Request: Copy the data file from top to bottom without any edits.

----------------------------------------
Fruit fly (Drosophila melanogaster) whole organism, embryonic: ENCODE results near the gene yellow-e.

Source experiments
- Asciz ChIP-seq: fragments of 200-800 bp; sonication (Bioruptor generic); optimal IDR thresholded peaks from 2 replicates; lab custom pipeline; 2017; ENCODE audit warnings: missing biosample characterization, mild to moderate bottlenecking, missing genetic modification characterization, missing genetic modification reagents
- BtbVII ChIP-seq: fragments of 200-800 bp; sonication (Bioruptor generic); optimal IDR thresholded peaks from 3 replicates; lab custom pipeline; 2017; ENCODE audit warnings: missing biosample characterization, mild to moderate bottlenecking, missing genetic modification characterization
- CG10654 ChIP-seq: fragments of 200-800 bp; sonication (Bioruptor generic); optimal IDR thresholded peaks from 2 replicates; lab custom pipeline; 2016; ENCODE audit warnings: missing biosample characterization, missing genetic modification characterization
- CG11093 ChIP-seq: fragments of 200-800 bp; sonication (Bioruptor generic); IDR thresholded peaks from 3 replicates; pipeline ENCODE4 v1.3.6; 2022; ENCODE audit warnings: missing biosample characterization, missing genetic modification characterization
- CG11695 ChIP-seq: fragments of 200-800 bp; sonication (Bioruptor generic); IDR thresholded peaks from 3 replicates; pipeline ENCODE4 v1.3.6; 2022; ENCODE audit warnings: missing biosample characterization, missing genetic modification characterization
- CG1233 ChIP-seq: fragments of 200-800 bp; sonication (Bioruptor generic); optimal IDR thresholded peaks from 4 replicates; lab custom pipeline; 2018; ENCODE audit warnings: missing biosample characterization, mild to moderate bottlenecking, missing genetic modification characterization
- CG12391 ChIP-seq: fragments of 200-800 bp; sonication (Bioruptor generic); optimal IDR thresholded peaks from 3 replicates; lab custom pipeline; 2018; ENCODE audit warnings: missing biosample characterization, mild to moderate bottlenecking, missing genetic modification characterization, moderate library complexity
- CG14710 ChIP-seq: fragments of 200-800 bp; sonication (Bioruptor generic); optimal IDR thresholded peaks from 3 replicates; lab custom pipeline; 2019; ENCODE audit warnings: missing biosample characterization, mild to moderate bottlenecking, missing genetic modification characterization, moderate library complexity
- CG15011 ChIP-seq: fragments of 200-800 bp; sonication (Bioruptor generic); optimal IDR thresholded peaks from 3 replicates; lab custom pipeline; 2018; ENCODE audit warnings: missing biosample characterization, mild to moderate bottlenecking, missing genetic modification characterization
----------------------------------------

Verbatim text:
Fruit fly (Drosophila melanogaster) whole organism, embryonic: ENCODE results near the gene yellow-e.

Source experiments
- Asciz ChIP-seq: fragments of 200-800 bp; sonication (Bioruptor generic); optimal IDR thresholded peaks from 2 replicates; lab custom pipeline; 2017; ENCODE audit warnings: missing biosample characterization, mild to moderate bottlenecking, missing genetic modification characterization, missing genetic modification reagents
- BtbVII ChIP-seq: fragments of 200-800 bp; sonication (Bioruptor generic); optimal IDR thresholded peaks from 3 replicates; lab custom pipeline; 2017; ENCODE audit warnings: missing biosample characterization, mild to moderate bottlenecking, missing genetic modification characterization
- CG10654 ChIP-seq: fragments of 200-800 bp; sonication (Bioruptor generic); optimal IDR thresholded peaks from 2 replicates; lab custom pipeline; 2016; ENCODE audit warnings: missing biosample characterization, missing genetic modification characterization
- CG11093 ChIP-seq: fragments of 200-800 bp; sonication (Bioruptor generic); IDR thresholded peaks from 3 replicates; pipeline ENCODE4 v1.3.6; 2022; ENCODE audit warnings: missing biosample characterization, missing genetic modification characterization
- CG11695 ChIP-seq: fragments of 200-800 bp; sonication (Bioruptor generic); IDR thresholded peaks from 3 replicates; pipeline ENCODE4 v1.3.6; 2022; ENCODE audit warnings: missing biosample characterization, missing genetic modification characterization
- CG1233 ChIP-seq: fragments of 200-800 bp; sonication (Bioruptor generic); optimal IDR thresholded peaks from 4 replicates; lab custom pipeline; 2018; ENCODE audit warnings: missing biosample characterization, mild to moderate bottlenecking, missing genetic modification characterization
- CG12391 ChIP-seq: fragments of 200-800 bp; sonication (Bioruptor generic); optimal IDR thresholded peaks from 3 replicates; lab custom pipeline; 2018; ENCODE audit warnings: missing biosample characterization, mild to moderate bottlenecking, missing genetic modification characterization, moderate library complexity
- CG14710 ChIP-seq: fragments of 200-800 bp; sonication (Bioruptor generic); optimal IDR thresholded peaks from 3 replicates; lab custom pipeline; 2019; ENCODE audit warnings: missing biosample characterization, mild to moderate bottlenecking, missing genetic modification characterization, moderate library complexity
- CG15011 ChIP-seq: fragments of 200-800 bp; sonication (Bioruptor generic); optimal IDR thresholded peaks from 3 replicates; lab custom pipeline; 2018; ENCODE audit warnings: missing biosample characterization, mild to moderate bottlenecking, missing genetic modification characterization